I used to think that God's mood toward me depended on how I was behaving at the time. If I was doing my daily Bible reading, that helped put Him in a good mood. If I was praying like I should, that would help. If I led somebody to faith in Christ, that was sure to put a big smile on His face.
My perspective has radically changed over the years. Today I don't believe that God's mood has one thing to do with my behavior. His disposition toward us has to do with how good He is, not how good we are in our actions.
How do we know He's in a good mood? We can know that because of Jesus. In the incarnation of Christ, God can be seen running out of heaven toward man with a big smile on His face. In fact, the birth of Jesus was surrounded with jubilant celebration in the heavenly realm.
One angel, shouting with enthusiasm above the others, was heard to say, “I bring you good news of great joy, which shall come to all people” (Luke 2:10, emphasis added)! Good news of great joy – that sounds like a reason for a party! Jesus came into this world with a joyful heart. He gulped life down on earth by the gallon. Consequently, those with a hunger to live to the fullest were drawn to Him.
It is noteworthy that His first miracle was performed at a party. (See John 2:1-11) One of the last things He told His disciples before leaving this world was that He wanted them to continue to be full of the joy they had seen in Him. (See John 15:11) Jesus was a fun-loving person.
If your mental picture of Him is that He was a religious sourpuss, you had better take another look. The people who were attracted to Him were dishonest businessmen, vulgar sailors, prostitutes, and the like – none of which you could exactly call “churchy people.” His opponents, on the other hand, came from a hyper-religious crowd who couldn’t crack a smile if their lives depended on it.
This uptight, hyper-religious crowd once even challenged Him about his lifestyle. Jesus answered them, For John the Baptist has come eating no bread and drinking no wine, and you say, “He has a demon!” The Son of Man has come eating and drinking and you say, “Behold, a gluttonous man and a drunkard, a friend of tax collectors and sinners” (Luke 7:33-34)!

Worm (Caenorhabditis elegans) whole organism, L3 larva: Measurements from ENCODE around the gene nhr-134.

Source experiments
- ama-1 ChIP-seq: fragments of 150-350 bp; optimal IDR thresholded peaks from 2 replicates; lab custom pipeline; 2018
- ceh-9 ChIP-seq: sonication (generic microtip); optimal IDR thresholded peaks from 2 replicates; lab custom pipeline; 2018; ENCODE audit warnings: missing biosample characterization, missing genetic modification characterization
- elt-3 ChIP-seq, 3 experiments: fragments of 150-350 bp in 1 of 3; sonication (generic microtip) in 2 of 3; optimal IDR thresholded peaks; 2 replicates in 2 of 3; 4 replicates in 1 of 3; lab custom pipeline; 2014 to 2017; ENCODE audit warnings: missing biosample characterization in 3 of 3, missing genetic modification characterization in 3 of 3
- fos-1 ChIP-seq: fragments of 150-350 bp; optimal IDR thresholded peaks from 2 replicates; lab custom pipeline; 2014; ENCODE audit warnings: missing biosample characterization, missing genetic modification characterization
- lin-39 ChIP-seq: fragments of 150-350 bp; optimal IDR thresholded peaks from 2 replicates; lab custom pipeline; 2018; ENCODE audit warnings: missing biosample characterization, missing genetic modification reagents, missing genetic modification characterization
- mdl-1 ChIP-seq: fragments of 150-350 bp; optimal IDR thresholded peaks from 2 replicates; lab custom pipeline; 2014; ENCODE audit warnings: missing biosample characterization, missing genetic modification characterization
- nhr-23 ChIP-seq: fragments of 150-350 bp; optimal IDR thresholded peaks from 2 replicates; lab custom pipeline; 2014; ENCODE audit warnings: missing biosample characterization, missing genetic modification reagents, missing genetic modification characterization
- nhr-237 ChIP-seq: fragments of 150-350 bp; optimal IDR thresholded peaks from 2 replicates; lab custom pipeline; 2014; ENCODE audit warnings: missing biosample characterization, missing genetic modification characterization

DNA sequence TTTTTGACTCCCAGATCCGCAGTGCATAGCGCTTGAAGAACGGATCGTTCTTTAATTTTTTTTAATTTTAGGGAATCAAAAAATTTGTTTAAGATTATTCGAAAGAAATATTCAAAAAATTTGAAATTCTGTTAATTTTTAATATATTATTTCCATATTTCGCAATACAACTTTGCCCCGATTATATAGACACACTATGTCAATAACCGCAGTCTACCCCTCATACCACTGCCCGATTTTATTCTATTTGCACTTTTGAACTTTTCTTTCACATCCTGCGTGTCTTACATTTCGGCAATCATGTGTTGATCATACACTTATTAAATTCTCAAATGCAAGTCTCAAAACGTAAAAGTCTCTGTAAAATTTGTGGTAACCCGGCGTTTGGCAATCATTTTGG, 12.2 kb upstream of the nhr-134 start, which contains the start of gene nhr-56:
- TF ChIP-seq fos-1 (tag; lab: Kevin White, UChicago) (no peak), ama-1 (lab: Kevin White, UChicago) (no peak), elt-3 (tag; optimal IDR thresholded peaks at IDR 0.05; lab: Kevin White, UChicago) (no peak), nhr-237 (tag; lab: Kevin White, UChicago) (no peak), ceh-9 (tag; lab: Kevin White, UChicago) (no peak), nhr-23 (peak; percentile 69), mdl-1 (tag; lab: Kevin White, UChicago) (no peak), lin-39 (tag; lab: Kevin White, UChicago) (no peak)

You just can’t please the Pharisaical hyper-religious crowd who love rules more than people. Even Jesus couldn’t! Of course we know that Jesus wasn’t a glutton and a drunkard, but the point to be understood here is that He obviously wasn’t so tightly wound that He didn’t enjoy life. He came into this world in the midst of celebration, lived a life filled with joy and on the last night of His life here challenged the disciples to hold on to that same joy.
Since Jesus said that He and His Father are one, we can understand much about the Father by looking at Jesus. Judging from Him, our God isn’t a cranky old Deity who doesn’t enjoy laughter and joy. To the contrary, He is its ultimate source. In fact, every trace of pleasure you have ever know finds it’s original roots in Him.
In his book, Orthodoxy, G. K. Chesterton explains that it was his examination of pleasure in the world which brought him from atheism to Christ. He asserts that the thin veneer of secular materialism he saw in the world offered no satisfying answer for the hope and wonder that exists all around us.
In his thinking, only a romantic world effused with mystery and awe – like the story of Robinson Crusoe saving goods from his shipwreck – could account for our sense of gratitude and delight in the world. In Chesterton’s thinking, the ordinary blessings of life intimate a mysterious world: “I felt in my bones; first, that this world does not explain itself . . . There was something personal in the world, as in a work of art. I thought this purpose beautiful in its old design.”
For Chesterton, who was not looking to defend Christian orthodoxy,only Christianity provides a cogent explanation for the existence of pleasure in the world. In his experience and ours, pleasures are Edenic remnants, bits of paradise washed ashore from our ancestral shipwreck.
All pleasure can be ultimately traced to God as its source. A glass of milk that soured because it sat on the counter for three days is no less milk than the milk still in the refrigerator. Both find their origin in the same source, but one has been spoiled by corruption. So it is with the pleasures of life. Even sinful pleasures are the futile attempt of a blind man reaching out for what only God can provide. Our heavenly Father is the personification of pleasure. Anything else is sour milk.